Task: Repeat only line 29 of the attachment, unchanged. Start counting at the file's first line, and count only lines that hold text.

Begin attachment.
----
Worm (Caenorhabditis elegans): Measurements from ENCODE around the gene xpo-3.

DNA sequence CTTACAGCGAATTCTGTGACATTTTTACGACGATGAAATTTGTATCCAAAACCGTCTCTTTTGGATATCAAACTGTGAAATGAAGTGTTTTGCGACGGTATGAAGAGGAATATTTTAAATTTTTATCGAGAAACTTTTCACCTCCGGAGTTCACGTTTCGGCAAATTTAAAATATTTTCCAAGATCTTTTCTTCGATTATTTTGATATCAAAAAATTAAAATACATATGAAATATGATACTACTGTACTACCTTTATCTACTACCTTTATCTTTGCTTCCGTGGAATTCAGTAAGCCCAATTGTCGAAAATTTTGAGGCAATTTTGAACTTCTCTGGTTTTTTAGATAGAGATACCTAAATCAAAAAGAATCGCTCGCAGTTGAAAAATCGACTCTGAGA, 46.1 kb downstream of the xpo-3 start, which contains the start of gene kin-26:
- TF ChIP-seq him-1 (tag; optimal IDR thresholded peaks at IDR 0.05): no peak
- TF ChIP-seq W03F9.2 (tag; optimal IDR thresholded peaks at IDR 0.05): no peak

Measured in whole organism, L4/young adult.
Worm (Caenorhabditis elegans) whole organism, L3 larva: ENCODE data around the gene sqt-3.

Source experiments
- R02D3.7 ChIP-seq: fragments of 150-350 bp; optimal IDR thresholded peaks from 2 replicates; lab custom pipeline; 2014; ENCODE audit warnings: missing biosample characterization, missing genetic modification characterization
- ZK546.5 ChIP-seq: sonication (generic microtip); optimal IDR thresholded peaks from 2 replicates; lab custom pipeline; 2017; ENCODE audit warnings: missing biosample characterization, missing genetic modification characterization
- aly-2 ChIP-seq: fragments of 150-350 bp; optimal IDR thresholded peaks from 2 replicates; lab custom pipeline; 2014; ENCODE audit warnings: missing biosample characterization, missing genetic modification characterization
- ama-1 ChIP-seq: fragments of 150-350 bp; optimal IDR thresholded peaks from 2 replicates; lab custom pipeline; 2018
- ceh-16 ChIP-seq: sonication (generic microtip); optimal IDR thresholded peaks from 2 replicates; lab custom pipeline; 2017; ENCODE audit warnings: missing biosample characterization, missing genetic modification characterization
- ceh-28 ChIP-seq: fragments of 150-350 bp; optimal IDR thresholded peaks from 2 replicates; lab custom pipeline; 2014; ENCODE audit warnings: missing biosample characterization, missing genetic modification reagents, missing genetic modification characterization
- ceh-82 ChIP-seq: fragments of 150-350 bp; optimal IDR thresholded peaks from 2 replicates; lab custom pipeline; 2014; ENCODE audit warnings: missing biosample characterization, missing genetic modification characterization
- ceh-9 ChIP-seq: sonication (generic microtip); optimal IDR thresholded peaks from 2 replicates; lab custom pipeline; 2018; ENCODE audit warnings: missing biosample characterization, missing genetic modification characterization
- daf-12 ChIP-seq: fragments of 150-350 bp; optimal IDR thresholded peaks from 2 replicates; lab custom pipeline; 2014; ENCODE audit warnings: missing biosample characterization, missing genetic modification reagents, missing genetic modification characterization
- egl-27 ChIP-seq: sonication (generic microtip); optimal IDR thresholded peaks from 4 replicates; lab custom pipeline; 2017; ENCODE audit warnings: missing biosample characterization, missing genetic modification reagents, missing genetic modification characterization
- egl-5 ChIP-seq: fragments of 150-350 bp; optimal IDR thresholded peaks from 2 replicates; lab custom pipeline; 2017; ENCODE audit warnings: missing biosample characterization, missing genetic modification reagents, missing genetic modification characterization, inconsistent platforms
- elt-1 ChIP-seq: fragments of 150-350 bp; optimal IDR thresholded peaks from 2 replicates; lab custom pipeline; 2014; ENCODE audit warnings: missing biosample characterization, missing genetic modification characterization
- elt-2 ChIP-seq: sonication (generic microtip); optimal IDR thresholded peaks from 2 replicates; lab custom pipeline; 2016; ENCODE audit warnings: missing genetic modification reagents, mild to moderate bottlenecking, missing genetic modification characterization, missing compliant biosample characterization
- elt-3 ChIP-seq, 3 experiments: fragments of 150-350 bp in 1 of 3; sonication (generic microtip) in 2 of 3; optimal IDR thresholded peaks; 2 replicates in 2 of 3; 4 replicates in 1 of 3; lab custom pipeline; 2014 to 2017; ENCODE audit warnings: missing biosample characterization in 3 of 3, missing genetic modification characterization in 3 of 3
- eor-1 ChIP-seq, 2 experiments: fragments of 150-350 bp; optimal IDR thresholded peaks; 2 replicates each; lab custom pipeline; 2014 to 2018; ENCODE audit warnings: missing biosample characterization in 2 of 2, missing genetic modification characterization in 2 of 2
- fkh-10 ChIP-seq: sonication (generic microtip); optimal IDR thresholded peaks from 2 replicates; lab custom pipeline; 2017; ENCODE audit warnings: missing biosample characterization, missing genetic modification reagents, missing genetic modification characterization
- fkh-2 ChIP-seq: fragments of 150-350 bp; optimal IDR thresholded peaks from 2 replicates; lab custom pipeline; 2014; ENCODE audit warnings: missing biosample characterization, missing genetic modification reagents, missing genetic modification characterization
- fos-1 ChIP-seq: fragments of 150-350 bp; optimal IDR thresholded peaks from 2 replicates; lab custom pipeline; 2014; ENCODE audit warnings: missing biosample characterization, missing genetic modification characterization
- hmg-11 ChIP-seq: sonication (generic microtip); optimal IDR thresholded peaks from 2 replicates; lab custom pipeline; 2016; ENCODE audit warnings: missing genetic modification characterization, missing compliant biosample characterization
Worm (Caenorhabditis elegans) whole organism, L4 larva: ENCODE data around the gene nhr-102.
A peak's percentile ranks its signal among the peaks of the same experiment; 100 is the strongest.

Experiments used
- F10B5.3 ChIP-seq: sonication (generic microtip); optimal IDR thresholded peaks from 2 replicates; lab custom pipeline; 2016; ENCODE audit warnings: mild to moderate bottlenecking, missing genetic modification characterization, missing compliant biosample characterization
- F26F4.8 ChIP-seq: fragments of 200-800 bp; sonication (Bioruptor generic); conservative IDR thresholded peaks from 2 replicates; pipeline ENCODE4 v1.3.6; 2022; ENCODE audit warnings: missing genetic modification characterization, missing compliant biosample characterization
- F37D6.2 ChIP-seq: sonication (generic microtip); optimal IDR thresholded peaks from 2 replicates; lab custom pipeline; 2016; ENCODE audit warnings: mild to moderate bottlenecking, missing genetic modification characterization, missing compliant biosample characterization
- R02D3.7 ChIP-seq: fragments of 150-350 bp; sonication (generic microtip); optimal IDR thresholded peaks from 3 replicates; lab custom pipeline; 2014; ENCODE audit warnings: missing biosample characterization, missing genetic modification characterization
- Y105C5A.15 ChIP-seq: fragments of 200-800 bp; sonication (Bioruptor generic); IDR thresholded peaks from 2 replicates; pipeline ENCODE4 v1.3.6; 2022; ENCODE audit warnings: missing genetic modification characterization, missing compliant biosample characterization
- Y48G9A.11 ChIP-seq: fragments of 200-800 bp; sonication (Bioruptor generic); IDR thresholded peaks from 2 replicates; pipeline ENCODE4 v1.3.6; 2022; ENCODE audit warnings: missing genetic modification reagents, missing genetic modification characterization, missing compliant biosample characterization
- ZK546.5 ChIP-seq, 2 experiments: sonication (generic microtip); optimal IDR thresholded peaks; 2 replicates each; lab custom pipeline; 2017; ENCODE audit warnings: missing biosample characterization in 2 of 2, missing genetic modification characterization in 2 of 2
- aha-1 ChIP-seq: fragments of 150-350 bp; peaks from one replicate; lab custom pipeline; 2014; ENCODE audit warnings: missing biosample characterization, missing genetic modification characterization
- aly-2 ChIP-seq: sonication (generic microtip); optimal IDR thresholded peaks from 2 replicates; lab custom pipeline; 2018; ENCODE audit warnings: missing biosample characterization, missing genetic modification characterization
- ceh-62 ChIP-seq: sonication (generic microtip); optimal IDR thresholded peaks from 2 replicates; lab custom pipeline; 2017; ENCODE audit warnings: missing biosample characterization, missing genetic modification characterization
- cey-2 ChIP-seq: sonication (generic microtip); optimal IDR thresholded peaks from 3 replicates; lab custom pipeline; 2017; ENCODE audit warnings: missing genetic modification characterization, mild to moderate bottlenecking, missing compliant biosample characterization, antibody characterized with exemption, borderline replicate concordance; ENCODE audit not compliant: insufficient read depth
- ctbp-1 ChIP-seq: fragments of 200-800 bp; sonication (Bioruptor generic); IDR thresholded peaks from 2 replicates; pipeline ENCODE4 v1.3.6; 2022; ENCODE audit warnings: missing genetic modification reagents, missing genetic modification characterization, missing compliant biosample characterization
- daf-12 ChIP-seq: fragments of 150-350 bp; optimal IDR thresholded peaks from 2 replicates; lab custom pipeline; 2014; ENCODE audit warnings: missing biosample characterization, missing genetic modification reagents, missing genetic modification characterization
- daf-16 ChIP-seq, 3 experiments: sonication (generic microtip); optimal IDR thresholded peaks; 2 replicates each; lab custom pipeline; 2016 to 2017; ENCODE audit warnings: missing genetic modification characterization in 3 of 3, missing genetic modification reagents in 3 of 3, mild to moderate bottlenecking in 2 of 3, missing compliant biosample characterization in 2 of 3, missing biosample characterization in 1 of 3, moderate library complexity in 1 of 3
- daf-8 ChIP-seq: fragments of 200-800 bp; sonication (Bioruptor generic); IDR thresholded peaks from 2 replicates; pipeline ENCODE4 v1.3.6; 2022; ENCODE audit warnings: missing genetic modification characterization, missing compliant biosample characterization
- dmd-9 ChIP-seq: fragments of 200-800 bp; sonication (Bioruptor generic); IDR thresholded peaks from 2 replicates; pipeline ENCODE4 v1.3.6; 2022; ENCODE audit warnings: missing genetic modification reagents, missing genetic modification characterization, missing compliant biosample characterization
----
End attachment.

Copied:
Experiments used